Health Psychology: This is the study of psychological and behavioural processes in health and illness. A masters degree in Health Psychology will explore how psychological, behavioural and cultural factors contribute to physical health and illness, and enable students to develop the essential practical skills and knowledge required for employment or research in this area.

Health psychology postgraduate degrees

Psychologist case studies

Here is what some practising psychologists have to say about why they chose psychology in their postgraduate studies.

1. "As a learner, I wanted to know the impact of video games and other technologies on the socialisation of young kids and adolescents. A focus on developmental psychology gave me a clear insight into this and now I feel contended guiding young minds through the right path every day." 
Maxine Smith, a counsellor in a local education complex.

2. Jonathan Thompson, who is a rehabilitation specialist, says he was driven into taking psychology while seeking to understand crowd irrationality...
"Coming from an area in which hooliganism was rampant, I couldn’t understand why people who were otherwise very level-headed seemed to act irrationally and irresponsibly in crowds. The course helped me gain better understanding of this behaviour deviation."

Career opportunities 

By taking a masters in psychology you will gain expertise on how to prevent and treat a wide range of psychological problems including depression, relationship difficulties, stress, anxiety, and drug abuse. Therefore it creates many opportunities after graduation.

Examples of the kind of work you can then undertake include an educational counsellor  where you will guide children on proper behaviour, and help them deal with issues such as bullying and drug abuse.

Another area in which you can seek employment is in a HR department where you will be involved in training and recruiting of personnel. Psychology will also allow you to work as a marriage counsellor, social worker, or psychologist depending on the area in which you specialised during the course of your studies.

Student case study

Glasgow Student Case Study Laura Pedersen, 22, is from the USA. She is currently a student on the MSc Psychological Studies at the University of Glasgow.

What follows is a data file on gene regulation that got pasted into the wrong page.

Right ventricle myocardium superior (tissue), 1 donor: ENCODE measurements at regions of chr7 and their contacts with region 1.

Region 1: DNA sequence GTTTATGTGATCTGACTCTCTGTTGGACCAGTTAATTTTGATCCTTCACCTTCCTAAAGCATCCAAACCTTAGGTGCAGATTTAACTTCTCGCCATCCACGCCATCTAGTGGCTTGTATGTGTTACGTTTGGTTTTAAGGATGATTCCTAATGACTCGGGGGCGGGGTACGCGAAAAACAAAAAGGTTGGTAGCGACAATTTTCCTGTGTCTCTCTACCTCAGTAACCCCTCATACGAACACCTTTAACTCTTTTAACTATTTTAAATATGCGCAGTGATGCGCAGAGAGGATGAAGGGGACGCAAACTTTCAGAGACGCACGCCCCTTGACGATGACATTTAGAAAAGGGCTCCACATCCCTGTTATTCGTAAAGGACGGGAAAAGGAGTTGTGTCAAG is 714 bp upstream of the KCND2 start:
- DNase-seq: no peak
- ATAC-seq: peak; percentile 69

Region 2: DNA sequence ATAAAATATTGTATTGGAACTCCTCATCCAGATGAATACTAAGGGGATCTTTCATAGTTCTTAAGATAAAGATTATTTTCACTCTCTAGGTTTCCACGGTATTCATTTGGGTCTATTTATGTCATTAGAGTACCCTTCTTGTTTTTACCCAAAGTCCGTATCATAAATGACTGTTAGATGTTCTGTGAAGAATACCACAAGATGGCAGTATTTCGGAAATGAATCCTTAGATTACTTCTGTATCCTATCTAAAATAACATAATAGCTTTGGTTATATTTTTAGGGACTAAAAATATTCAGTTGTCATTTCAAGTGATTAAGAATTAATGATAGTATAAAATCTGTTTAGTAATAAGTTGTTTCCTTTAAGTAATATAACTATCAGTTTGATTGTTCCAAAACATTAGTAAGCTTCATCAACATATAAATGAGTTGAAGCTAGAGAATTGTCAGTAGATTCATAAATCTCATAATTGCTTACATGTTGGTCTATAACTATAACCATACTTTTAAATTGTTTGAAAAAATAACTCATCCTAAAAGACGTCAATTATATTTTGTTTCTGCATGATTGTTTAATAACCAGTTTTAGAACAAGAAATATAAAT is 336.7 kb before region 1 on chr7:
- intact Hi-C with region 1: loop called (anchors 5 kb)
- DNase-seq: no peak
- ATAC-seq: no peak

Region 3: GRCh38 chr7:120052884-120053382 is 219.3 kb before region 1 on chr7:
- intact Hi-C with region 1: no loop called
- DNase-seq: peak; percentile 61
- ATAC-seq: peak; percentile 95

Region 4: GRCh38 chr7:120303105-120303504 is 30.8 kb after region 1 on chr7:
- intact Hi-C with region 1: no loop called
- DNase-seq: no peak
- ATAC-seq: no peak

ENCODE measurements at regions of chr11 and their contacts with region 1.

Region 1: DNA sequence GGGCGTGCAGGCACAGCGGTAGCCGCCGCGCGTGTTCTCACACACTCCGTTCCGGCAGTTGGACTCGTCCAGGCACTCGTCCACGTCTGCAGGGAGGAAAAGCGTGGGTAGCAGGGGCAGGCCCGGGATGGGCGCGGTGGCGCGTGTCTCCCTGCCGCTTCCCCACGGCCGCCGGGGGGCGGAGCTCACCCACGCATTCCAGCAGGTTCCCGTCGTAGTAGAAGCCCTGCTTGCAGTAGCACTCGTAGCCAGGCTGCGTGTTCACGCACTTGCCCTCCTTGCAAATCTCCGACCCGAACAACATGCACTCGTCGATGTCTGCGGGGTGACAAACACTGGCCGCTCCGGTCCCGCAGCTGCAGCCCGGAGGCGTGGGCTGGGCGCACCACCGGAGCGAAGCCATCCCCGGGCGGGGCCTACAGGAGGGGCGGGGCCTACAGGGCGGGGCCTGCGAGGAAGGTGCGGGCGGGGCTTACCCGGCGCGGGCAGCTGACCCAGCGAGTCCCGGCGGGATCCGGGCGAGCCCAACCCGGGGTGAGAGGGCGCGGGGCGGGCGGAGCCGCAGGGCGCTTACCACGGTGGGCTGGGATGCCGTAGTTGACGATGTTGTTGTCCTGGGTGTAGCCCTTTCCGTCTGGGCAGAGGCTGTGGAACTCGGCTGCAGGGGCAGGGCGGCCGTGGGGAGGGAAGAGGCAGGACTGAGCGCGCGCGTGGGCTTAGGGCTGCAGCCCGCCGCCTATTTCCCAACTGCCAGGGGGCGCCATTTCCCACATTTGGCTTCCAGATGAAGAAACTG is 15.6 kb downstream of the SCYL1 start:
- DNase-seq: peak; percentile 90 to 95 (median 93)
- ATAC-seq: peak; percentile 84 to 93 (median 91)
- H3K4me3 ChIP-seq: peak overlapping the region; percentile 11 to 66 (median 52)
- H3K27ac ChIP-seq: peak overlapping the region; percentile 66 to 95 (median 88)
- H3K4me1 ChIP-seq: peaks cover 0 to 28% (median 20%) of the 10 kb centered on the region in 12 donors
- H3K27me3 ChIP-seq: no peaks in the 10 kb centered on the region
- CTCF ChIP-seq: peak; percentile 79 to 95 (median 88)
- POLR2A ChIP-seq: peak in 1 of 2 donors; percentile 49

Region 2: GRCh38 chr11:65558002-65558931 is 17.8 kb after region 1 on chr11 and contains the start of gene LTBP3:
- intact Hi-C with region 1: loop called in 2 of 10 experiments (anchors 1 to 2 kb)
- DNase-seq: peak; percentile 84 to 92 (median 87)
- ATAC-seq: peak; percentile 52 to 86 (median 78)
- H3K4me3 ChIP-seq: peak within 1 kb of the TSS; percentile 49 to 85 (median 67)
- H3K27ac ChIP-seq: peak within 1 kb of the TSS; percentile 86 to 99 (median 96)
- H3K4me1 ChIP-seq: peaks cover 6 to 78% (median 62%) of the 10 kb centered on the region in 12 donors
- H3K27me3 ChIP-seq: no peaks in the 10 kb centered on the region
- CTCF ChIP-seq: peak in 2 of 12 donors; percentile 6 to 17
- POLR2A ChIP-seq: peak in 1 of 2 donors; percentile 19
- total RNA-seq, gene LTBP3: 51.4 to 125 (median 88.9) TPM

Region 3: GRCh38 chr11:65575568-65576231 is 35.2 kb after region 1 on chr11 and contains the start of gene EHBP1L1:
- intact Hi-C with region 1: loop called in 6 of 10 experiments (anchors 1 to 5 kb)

“I chose to attend the University of Glasgow for quite a few reasons, all of which proved to be useful. The ranking that Psychology at Glasgow has within the UK in both research and taught portions of their program was heavily influential. The University of Glasgow as a whole has ample resources for postgraduate research as well as specifically within both the Schools of Education and Psychology. As an individual with an undergraduate degree in psychology, the MSc was interesting to take in order to register for the British Psychological Society, as well as to understand the differences in the UK grading system without as much pressure as the MS or MA would require. This specific program made for a smooth transition. 

It's more than the formalised education that helped me to choose Scotland. As great as the University is, I was also able to use this year to travel abroad to mainland Europe, the Nordic regions, and of course throughout the UK and Ireland. From Glasgow it's quite easy to travel just about anywhere and there are so many available resources in order to understand other cultures and histories from all over the world. Furthermore, Glasgow has some of the best music venues and events of anywhere in the UK if Celtic music is your thing. The University of Glasgow helped me obtain those resources and with the course structure gave me the availability to travel and experience that side of the Atlantic Ocean while I was obtaining my masters degree. 

Like I have previously said, my bachelors degree is in Psychology, yet I chose the MSc. I chose this course because I wanted more practical research experience before I started my doctorate program. Upon interviewing for my Psy.D programs, all of my interviewers were impressed with my research and travelling experience gained throughout my year with the University of Glasgow, and I ended up being accepted to every program I had applied to. In the autumn, I will be starting my Psy.D in Clinical Psychology with a forensics concentration with confidence in my further research and career choice thanks to the University of Glasgow.”